Smart Traffic Lights Could Help Cars Save Gas

Earlier today, I stumbled upon a great article posted earlier today, by posted with credit given, and entitled Smart Traffic Lights Could Help Cars Save Gas that I would urge you all to read. I’ve included some little extracts in order to pique your interest!

The field is broadly known as V2V (for vehicle to vehicle) communications.   Traffic lights that “knew” more about upcoming vehicles could change dynamically based on their approach speeds, the mix of vehicle types (e.g. compact car, tractor-trailer truck), and the relative volumes of cars approaching from any direction.   This would let a stoplight “know” that one single vehicle was approaching from a given direction, and delay a regularly scheduled change long enough to let it pass through.   Two tractor-trailers traveling one after the other could signal their presence to the light, allowing it to stay green in one direction long enough to let the pair (which together extend the length of five or six cars) pass through.

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The theory is that a bus with 50 passengers can and should take priority over 20 single-occupant cars.   Denso’s model, however, goes well beyond the current signal-control algorithms–which use averages of traffic flow–to adjust cycle times and light extensions to get to the “state optimum” for any given set of upcoming vehicles.   The company has been testing both pre-empting red lights and extending green lights via transmitters onboard the vehicle and receivers in stoplights at its Vista, California, research facility.   Ultimately, not only vehicles but motorcycles and perhaps even bicycles might carry signaling transmitters to take their place in the data flow.   Since engine idling at stoplights produces gas mileage of 0 mpg, and accelerating up to speed uses far more fuel than maintaining a steady speed, the savings come not only in time but also in reduced fuel usage and lower emissions.   How would you feel about a transmitter on your car that “talked to traffic lights”? After all, on this one there’s a clear payback: Without such a transmitter, the stoplight couldn’t stay green to let you through because it wouldn’t know you’re approaching.   This article, written by John Voelcker, originally appeared on GreenCarReports.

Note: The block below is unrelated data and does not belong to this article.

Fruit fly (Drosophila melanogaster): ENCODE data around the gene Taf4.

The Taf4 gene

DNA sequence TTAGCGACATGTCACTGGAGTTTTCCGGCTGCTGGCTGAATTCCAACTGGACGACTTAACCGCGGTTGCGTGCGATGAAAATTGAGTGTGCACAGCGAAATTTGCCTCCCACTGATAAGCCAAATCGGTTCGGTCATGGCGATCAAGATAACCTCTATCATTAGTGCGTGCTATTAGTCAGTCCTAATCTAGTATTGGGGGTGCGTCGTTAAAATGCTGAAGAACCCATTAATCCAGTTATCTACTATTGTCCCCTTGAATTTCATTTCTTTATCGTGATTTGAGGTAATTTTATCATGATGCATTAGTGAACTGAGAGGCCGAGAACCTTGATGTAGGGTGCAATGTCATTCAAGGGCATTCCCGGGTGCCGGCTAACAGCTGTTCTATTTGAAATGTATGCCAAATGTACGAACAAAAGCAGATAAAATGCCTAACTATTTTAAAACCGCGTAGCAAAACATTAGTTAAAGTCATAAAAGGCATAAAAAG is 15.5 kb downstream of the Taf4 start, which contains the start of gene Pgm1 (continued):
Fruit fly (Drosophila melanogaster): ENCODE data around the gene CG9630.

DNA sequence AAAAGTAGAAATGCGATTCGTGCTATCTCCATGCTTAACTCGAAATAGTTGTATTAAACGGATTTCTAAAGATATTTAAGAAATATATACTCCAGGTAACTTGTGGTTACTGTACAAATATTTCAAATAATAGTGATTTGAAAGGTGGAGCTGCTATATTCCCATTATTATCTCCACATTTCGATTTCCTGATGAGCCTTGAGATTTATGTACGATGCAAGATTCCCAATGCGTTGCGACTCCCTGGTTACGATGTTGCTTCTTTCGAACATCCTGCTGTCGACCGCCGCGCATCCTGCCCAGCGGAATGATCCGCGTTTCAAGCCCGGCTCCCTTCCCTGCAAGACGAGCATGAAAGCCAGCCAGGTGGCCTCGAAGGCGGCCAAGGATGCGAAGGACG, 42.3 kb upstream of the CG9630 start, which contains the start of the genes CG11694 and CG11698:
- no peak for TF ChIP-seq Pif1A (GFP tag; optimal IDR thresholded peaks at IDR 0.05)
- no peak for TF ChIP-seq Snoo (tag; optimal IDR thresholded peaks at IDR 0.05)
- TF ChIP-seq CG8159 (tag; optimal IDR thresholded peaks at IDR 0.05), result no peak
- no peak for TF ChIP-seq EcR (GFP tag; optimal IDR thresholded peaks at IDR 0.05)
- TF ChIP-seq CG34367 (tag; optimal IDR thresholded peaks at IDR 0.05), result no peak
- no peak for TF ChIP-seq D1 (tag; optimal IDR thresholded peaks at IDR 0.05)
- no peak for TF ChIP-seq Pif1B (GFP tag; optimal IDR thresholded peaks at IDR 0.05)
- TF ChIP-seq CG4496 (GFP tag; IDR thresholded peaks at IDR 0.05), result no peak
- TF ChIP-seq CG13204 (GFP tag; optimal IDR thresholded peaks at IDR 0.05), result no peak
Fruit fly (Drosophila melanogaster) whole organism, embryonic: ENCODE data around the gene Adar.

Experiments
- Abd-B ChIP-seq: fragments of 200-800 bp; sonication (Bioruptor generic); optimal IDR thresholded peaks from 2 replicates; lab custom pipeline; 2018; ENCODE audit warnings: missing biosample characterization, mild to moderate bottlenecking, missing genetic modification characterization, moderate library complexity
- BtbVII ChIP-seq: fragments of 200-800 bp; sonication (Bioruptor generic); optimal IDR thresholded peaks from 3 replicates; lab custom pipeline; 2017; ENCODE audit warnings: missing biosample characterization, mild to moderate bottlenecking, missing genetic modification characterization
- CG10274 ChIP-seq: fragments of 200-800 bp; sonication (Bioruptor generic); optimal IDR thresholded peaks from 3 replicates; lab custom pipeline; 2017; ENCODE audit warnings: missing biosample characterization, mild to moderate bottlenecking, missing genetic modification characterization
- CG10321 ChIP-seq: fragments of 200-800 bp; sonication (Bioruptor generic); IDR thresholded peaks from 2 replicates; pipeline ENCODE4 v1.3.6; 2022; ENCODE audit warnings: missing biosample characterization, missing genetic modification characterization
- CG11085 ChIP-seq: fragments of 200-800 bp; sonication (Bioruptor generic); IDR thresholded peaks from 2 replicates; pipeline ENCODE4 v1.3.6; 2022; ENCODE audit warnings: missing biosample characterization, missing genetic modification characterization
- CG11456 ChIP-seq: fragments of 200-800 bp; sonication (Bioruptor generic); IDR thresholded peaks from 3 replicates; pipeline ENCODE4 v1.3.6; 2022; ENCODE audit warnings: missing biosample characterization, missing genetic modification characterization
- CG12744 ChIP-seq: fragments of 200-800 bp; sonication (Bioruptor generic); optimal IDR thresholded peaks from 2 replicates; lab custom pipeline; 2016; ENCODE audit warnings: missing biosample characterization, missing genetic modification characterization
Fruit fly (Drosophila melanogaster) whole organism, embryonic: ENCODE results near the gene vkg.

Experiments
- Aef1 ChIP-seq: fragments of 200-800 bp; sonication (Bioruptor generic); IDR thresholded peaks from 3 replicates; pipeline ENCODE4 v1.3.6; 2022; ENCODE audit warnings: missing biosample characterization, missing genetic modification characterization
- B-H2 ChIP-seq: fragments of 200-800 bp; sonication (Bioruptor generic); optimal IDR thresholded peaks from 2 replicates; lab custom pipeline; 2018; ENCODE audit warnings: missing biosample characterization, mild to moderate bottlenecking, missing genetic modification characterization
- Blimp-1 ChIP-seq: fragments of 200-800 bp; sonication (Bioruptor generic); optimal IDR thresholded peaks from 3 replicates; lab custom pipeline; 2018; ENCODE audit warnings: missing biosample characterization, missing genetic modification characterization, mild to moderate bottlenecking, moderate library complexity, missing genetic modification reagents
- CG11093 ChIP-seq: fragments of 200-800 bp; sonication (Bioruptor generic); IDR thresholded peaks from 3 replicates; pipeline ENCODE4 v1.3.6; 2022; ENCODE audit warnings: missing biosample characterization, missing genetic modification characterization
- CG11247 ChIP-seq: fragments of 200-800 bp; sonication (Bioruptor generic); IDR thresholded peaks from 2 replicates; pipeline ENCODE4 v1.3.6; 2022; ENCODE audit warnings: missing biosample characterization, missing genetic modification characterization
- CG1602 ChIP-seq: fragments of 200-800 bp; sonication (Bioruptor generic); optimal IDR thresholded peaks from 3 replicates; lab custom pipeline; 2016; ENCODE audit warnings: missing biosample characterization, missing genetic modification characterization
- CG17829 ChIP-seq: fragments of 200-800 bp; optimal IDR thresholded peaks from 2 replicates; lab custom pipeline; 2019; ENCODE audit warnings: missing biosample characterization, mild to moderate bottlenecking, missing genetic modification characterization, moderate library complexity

Now, reading this got me thinking so I googled for more posts on the subject and found some more greats! i.e. Electronic Projects For Engineering Students by Exam Result, posted last week, over on Exam Results – India Results, Exam Result, Examination Results, University Results:

HOSPITAL CLEANING ROBOT 173. FIRE FIGHTING ROBOT 174. LINE TRACKING ROBOT 175. INDUSTRY MONITORING ROBOT 176.

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LASER BASED INTRUDER ALARM 186. ELECTRO MECHANICAL COUNTER 187. INVISIBLE INTRUDER ALARM 188. ALL ELECTRONIC THERMOSTAT FOR FRIDGE 189. DIGITAL THERMOMETER 190. 3 ½ DIGITAL VOLTMETER WITH LCD DISPLAY 191.

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PATIENT MONITORING SYSTEM USING ZIGBEE 254. UC BASED AIR QUALITY & CO2 DETECTION 255. ALCOHOL BREATH ANALYZER 256. AUTOMATION OF CONFERANCE HALL 257.

Yet another fine article on the subject came from tech on Tech Tips Tricks posted four days ago and entitled Traffic Light Powered By Sands Of Time which is also certainly worth reading.

Nothing brings road rage and traffic jams more often than the infamous stoplight. While it’s true that the simple design has stood the test of time, generations of drivers have found their collective patience tested. It is time to give the traffic light an overhaul, and what better way to do that than through a temporal metaphor? This concept hourglass traffic light not only replaces the three-lamp standard with a LED array, but also provides an interesting countdown in the form of that classic sand-filled pre-industrial timer. Drivers can watch the digital sands trickle down to the bottom bulb instead of wondering when their stationary agony will end. Found this post useful? Donations appreciated.

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